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BA cum Laude, University of Massachusetts-Boston, Music Theory and Composition M.Ed., University of Massachusetts-Boston, Music Education
2011-Present - Arrange music for, and play in, a youth ensemble at St. Joseph Church, Needham (liturgical music) 2007-2016 - Taught roughly 1800 guitar students and 200 beginner piano students, Chelsea High School
When I was fourteen years old, my older brother brought home an old acoustic with only the two lowest strings on it. I started noodling around with the bass parts to Beatles and Motown songs – and became a bass guitarist! Now hooked on music, I became a guitar player, graduating from strumming at a poolside party to learning by playing (and teaching) in a host of rock and roll bands. I went to graduate school and became a teacher of guitar classes at Chelsea High School, teaching about 1800 students over nine years. Along the way I took up arranging for an ensemble of young string and wind players at my church – I had learned tenor saxophone, which I play in this ensemble - and learned jazz and fingerstyle guitar. I am now teaching one-on-one so I can share my love of the guitar directly with students – as a mentor has said, I enjoy reliving the excitement of my first musical discoveries by teaching new students, and helping more experienced students advance. I have expanded my skills by learning piano, which I also taught at Chelsea high school, on an introductory level. This heart of rock ‘n’ roll is still beating, and I want to keep inspiring students to follow their hearts and become musicians.
My teaching experience began on an informal level in my early 20’s, as I instructed many fellow band members in guitar and bass guitar on a case-by-case basis when working out our parts in songs. I became the person who wrote cheat sheets for most of my bands over the time I’ve been in (many) bands; I loved the fact that my musical ear was enabling me to mentor colleagues. As I picked up students through word-of-mouth referrals, friends, and fellow church members, I was able to take students through the rudiments of guitar, and in some cases produced some very advanced players. My teaching experience in Chelsea High School enabled me to take roughly 1800 students through basic guitar; again, some of these really caught fire and are pursuing guitar passionately through their bands. I do encourage regular practice for my students, as this is really where learning takes place, especially on a physical level. The ways I’ve tried to make learning fun are working on students’ favorite songs, getting students to play with me in duets as soon as possible, and encouraging improvisation. By giving students the “tools” of improvisation and knowledge of chord progressions, I also encourage students to develop original songs. Through playing bass guitar for a number of years in bands, and learning and instructing piano, I am also able to offer instruction on these instruments.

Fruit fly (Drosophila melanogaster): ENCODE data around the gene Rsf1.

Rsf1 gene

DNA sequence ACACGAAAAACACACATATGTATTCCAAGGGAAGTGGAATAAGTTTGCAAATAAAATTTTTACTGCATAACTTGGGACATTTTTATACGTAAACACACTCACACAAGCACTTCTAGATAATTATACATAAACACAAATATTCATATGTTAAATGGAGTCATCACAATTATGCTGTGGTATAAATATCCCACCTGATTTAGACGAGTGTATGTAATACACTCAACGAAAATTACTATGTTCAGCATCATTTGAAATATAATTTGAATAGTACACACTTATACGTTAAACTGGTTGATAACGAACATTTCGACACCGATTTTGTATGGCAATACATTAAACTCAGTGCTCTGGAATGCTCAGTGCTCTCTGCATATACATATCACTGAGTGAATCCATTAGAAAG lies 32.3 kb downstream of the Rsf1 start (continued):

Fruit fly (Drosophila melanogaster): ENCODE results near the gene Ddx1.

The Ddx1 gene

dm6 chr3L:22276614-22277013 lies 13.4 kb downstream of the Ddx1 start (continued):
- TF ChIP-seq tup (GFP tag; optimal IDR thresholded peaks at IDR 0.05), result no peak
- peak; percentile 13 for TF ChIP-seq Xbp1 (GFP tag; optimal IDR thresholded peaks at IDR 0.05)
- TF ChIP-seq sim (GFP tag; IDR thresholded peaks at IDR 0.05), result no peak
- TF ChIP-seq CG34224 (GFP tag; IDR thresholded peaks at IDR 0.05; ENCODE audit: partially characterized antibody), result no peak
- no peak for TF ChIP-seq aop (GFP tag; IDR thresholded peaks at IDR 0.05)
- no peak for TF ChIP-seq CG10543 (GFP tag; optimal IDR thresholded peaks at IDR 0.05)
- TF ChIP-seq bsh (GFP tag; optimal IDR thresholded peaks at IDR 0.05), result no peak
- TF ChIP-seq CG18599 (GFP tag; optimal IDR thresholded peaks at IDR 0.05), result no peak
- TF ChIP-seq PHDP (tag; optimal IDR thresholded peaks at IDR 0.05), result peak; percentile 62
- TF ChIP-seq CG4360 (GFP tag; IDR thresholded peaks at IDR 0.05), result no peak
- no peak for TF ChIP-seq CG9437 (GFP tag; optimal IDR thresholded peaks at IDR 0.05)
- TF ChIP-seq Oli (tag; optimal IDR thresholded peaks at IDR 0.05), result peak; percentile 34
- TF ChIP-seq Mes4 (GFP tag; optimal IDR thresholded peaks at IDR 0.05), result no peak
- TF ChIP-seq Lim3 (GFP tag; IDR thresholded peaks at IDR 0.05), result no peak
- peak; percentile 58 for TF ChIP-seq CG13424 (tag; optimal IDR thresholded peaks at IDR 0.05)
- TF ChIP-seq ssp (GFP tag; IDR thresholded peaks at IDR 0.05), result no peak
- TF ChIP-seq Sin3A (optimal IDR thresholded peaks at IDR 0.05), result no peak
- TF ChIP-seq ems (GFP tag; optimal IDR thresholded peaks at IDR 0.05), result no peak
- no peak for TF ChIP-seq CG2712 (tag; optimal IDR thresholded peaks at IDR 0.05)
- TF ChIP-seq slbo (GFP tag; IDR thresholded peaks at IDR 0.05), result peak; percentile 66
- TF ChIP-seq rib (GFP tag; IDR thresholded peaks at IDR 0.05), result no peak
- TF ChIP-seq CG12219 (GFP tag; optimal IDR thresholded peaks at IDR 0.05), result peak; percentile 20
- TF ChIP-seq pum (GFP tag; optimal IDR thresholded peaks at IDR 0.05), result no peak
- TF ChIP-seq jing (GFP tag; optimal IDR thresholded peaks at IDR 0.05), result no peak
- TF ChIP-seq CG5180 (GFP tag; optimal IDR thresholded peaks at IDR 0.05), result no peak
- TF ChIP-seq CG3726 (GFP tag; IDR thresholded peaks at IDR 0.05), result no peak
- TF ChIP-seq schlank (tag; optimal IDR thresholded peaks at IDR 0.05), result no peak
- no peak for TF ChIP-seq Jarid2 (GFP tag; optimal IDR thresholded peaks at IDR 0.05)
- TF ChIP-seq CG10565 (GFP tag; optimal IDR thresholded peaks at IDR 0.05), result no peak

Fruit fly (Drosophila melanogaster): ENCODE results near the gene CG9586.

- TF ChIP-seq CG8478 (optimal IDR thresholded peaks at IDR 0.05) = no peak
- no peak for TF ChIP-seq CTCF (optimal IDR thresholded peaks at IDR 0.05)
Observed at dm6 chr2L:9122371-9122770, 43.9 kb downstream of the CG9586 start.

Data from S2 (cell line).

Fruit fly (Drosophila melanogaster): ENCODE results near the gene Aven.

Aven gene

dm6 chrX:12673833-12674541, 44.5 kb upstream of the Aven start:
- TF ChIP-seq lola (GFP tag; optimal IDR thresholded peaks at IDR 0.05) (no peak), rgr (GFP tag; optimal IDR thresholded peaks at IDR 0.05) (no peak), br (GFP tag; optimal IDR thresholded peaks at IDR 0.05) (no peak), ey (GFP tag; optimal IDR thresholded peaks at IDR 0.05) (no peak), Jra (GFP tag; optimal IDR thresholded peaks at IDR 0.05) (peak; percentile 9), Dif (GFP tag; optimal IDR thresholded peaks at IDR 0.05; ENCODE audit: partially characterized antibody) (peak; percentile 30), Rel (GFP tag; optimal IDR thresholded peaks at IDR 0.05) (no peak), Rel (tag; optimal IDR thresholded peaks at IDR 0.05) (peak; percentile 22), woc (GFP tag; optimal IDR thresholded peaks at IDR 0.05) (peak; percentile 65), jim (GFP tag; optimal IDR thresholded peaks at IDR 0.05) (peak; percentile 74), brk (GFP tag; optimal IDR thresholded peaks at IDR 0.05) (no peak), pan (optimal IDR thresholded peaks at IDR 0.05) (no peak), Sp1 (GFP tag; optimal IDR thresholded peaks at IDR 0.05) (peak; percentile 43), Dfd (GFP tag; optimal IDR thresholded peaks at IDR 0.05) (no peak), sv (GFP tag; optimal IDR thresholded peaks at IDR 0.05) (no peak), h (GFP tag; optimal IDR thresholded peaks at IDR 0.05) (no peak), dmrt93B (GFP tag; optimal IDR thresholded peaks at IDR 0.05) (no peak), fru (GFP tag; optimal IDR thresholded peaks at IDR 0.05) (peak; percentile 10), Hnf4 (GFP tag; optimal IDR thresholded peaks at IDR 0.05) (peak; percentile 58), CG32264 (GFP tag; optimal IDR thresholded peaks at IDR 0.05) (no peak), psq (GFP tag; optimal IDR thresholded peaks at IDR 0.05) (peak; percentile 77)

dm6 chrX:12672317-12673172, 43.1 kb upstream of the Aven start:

For beginning students at Chelsea High School, I developed my own guitar method books, level 1 and level 2, which use tablature for its very graphic and easy-to-understand method of learning notes on the guitar fretboard – which have remained the texts for guitar classes at the High School since my departure. To supplement this I have the Hal Leonard Essential Elements for guitar, and a number of other texts, which offer other approaches, songs, and material. Along with my texts, these materials offer a gateway to learning to read and play in standard, that is, staff, notation. In addition I have numerous popular songs and rock songs which I have set to tablature and standard notation. So, I would take young students through the early stages of my method, supplemented by these other materials. For students, young and adult, who have progressed beyond the fundamentals, I would make available and seek materials to follow their desired musical style(s). Additionally, paralleling my own musical experience and that of many whom I’ve played with over the years, I implement duet playing with my students, with an ear toward any interest they might have in forming bands, and any other players that they know who may desire to do so.
In the earliest stages of learning, such considerations as posture and proper technique are crucial if a student is to be comfortable with playing, achieve early success, and lay the foundation for further progress. The way I have tried to “sell” this to students is: the “accepted” technique became so because it is the easiest and most comfortable way to play. In terms of early success, at the earliest point possible I teach/encourage a student to play a song – however simple – in its entirety, slowly but steadily and clearly. Now the student has the expectation that, at whatever point of progress, we will be playing songs through, in steady tempo, clearly and with proper technique. Thus the student/teacher relationship becomes a microcosm of playing in a band! The student is empowered by concrete success, and I, the teacher, am rewarded by the affirmation of getting her/him to play successfully. Further on, I use my sense of what sorts of music the student likes and is interested in, to direct our process in a direction which they will enjoy and which will motivate them.
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